who was smitten and stricken of God; wounded and bruised for our iniquities; pouring out his soul unto death ; his soul making an offering for sie; cut off, but not for himself. His hands and feet pierced.” Sec Ps. 22. Isa. 53. Dan. 9. Hence the awful commission of Jehovah," Awake, O sword, against my shepherd, and against the man that is my fellow, saith the Lord of hosts ; smite the shepherd, and the sheep shall be scattered.” Zech. 13:7. This was the sacrifice which God required exclusively of all others as to any satisfaction. For, saith the Messiah, “ Sacrifice and burnt-offering thou wouldst not; in them thou hadst no pleasure : then said I, Lo, I come." Ps. 40. He pronounced them utterly useless for the satisfaction of justice, though fit to prefigure the grand sacrifice intended. : $ 14. Our ancient Rabbins were not ignorant of this covenant agreement between Jehovah and the Messiah. Jehovatı is introduced as addressing the Messiah thus : “Righteous Messiah, those who are hid with thee, are such whose sins in time shall bring thee into grief ; thy ears shall hear reproaches, thy tongue cleave to the roof of thy mouth; thou shalt be wearied with sorrow.” The Messiah answercd, “ Lord of the world, I joyfully take them upon me, and charge myself with their torments; but upon this condition, that thou shalt quicken the dead in my day.” “God," saith the Rabbi, "granted him this; and from that time the Messiah charged himself with all kind of torments, as it is written, Isaiah, 53: 5, he was afflicted, &c." R. Hadarshan, in Gen. 1: 1. sec Charnock 2. 191. Mugee on the atonement, vol. 2. 369. Again it is said that the Messiah taketh upon himself the afflictions and punishment of Israel; and if he had not diminished or made light the afflictions, not any one in the world would have been able to bear the punishment of · the law. Whilst Israel dwelt in their own land, they kept off all manner of afflictions and evil diseases by means of sacrifices; but now the Messiah takes them away, as it is writien, “ he was wounded for our transgression." Isa. 53 : 5. Yalkut chadash. No. 29, fol. 154, c. 4.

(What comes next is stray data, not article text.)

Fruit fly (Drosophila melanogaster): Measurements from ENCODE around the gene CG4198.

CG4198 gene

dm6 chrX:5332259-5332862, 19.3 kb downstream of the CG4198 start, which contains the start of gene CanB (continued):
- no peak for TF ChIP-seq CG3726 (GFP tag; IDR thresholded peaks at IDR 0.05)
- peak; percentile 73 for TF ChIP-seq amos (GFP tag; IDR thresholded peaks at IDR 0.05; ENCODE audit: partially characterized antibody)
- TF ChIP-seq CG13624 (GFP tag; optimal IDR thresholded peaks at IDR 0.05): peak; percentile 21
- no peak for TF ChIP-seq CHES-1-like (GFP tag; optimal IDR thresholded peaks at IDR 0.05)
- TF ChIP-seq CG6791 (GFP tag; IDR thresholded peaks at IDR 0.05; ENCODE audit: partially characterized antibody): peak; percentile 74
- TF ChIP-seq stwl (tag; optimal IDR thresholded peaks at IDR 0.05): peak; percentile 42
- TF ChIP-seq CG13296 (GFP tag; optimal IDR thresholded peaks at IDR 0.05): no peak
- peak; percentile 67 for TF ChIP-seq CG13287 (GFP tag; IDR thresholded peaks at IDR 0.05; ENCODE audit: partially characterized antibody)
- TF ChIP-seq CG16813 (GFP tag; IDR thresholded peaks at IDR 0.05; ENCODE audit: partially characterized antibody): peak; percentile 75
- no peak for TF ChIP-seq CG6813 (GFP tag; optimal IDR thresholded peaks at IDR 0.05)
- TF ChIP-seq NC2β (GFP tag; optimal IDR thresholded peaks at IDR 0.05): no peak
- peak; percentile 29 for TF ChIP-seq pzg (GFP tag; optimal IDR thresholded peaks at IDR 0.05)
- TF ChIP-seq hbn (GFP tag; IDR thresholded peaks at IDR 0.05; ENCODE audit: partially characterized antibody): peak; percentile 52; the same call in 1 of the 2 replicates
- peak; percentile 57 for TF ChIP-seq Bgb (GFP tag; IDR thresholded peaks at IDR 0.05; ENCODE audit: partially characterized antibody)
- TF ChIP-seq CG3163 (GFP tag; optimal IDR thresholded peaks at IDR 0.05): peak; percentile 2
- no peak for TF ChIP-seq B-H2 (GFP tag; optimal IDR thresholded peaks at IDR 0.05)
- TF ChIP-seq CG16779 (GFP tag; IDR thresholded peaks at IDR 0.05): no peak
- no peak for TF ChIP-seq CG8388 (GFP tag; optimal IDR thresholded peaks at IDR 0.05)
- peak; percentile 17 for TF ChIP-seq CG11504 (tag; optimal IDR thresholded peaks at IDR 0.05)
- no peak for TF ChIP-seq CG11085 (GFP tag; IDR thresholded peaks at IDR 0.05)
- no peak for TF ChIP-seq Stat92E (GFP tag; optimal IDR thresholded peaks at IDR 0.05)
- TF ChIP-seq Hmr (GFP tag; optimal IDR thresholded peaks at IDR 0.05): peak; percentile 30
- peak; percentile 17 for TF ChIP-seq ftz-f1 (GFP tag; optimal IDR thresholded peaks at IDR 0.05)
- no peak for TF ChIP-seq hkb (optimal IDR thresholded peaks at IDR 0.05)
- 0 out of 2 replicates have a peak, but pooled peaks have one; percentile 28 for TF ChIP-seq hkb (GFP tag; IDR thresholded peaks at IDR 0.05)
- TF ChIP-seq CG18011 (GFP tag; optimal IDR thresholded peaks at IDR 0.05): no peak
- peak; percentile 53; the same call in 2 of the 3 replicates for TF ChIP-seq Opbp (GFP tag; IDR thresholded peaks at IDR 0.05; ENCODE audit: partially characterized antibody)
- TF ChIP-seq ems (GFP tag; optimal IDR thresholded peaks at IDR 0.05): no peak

$ 15. 4. We observe once more, that it was required of the Messiah that he should employ his mighty power and extensive authority for the important purposes of God's glory and man's salvation. The people committed to his charge were not only to be purchased by his blood, but he was to make thein willing in the day of his power; He should rescue them from the hand of the mighty one, should watch over them during their pilgrimage in the wilderness, and, as the true Jehovah, safely conduct them through the river Jordan, and bring them into quiet possession of the heavenly Canaan. Hence the many predictions to that purpose, He shall feed his flock like a shepherd; he shall gather the lambs with his arm, and carry them in his bosom, and shall gently lead those that are with young." Isaiah, 40: 11. The remainder of this subject we shall consider in our

But O immeasurable grace!
Th'eternal Son takes Adam's place;
Down to our world the Savior flies,
Stretches his arms, and bleeds, and dies.

Amazing work! look down, ye skies,
Wonder and gaze with all your eyes !
Ye saints below, and saints above,
All bow to this mysterious love.

Letter II.

TIIE SUBJECT CONTINUED.

Dear Brother,

g 1. 5. Having shown already the reality, nature, parties and condition of the covenant between the Father and the Son, we proceed now to notice the promissory part of it. As the party with whom the covenant was made comes under a twofold consideration, as the party representing, and the party represented, the promissory part of it must necessarily be viewed in a twofold light also, viz. as it relates to the Mediator himself, and as it relates to those whom he represents. From the Scriptures of the Old Testament it appears that the Father promised to his Son as follows:

§ 2. 1. To fit him for the work, by preparing him a huynan nature to be united with his divine, and by qualifying that human nature for the work the Mediator had to perform. With respect to the first, we observe, that when the covenant of works was made with the first Adam, he was furnished with sufficient strength for performing the condition of it, as has already been stated; when the second Adam was sent into the world to accomplish a superior work, he likewise was to be furnished with every necessary qualification. He needed a human nature. Hence the prophet foretold, Behold, a virgin shall conceive and bear a son, and shall call his name Immanuel.” Isaiah, 7: 14. Nay, so eertain and sure are the transactions of this covenant, that the same prophet spake of the incarnation of the Messiah as if it had taken place in his day: "For unto us a child is born, a son is given; and the gorernment shall be upon his